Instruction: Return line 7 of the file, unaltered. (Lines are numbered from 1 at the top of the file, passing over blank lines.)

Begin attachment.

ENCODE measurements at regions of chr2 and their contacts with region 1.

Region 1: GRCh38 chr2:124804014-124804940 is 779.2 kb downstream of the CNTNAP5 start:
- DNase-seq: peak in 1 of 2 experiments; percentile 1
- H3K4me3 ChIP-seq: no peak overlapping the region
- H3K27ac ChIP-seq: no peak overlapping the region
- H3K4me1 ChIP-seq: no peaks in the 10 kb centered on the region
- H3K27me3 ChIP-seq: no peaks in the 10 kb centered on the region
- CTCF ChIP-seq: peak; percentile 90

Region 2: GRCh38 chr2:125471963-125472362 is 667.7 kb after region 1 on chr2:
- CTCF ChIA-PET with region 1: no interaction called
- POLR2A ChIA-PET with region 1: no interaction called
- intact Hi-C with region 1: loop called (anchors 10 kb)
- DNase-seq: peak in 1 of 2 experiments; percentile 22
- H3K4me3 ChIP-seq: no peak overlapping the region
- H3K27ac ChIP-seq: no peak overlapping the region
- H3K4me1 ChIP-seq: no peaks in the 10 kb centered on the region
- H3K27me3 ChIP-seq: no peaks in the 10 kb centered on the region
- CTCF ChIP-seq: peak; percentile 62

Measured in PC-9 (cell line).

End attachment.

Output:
- H3K27me3 ChIP-seq: no peaks in the 10 kb centered on the region